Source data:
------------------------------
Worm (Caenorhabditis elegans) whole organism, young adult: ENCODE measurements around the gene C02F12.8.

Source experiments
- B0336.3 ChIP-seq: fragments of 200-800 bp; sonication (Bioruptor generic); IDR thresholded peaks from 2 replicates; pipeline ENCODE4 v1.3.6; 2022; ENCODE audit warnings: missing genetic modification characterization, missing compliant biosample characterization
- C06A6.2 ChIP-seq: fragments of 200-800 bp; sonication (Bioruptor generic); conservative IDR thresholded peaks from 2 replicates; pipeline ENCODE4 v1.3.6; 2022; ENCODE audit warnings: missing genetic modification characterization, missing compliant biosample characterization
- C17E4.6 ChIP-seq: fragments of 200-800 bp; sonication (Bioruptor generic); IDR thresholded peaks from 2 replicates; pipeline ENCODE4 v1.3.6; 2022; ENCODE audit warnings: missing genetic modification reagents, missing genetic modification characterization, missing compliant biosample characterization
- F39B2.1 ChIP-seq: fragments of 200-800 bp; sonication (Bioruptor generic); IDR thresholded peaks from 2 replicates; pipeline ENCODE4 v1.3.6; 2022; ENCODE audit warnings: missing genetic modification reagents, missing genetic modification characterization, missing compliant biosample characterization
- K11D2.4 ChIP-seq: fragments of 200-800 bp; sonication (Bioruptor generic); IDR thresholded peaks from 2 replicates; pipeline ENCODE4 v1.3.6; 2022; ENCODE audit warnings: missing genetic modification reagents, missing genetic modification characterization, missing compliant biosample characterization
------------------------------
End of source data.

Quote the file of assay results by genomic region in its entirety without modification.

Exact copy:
Worm (Caenorhabditis elegans) whole organism, young adult: ENCODE measurements around the gene C02F12.8.

Source experiments
- B0336.3 ChIP-seq: fragments of 200-800 bp; sonication (Bioruptor generic); IDR thresholded peaks from 2 replicates; pipeline ENCODE4 v1.3.6; 2022; ENCODE audit warnings: missing genetic modification characterization, missing compliant biosample characterization
- C06A6.2 ChIP-seq: fragments of 200-800 bp; sonication (Bioruptor generic); conservative IDR thresholded peaks from 2 replicates; pipeline ENCODE4 v1.3.6; 2022; ENCODE audit warnings: missing genetic modification characterization, missing compliant biosample characterization
- C17E4.6 ChIP-seq: fragments of 200-800 bp; sonication (Bioruptor generic); IDR thresholded peaks from 2 replicates; pipeline ENCODE4 v1.3.6; 2022; ENCODE audit warnings: missing genetic modification reagents, missing genetic modification characterization, missing compliant biosample characterization
- F39B2.1 ChIP-seq: fragments of 200-800 bp; sonication (Bioruptor generic); IDR thresholded peaks from 2 replicates; pipeline ENCODE4 v1.3.6; 2022; ENCODE audit warnings: missing genetic modification reagents, missing genetic modification characterization, missing compliant biosample characterization
- K11D2.4 ChIP-seq: fragments of 200-800 bp; sonication (Bioruptor generic); IDR thresholded peaks from 2 replicates; pipeline ENCODE4 v1.3.6; 2022; ENCODE audit warnings: missing genetic modification reagents, missing genetic modification characterization, missing compliant biosample characterization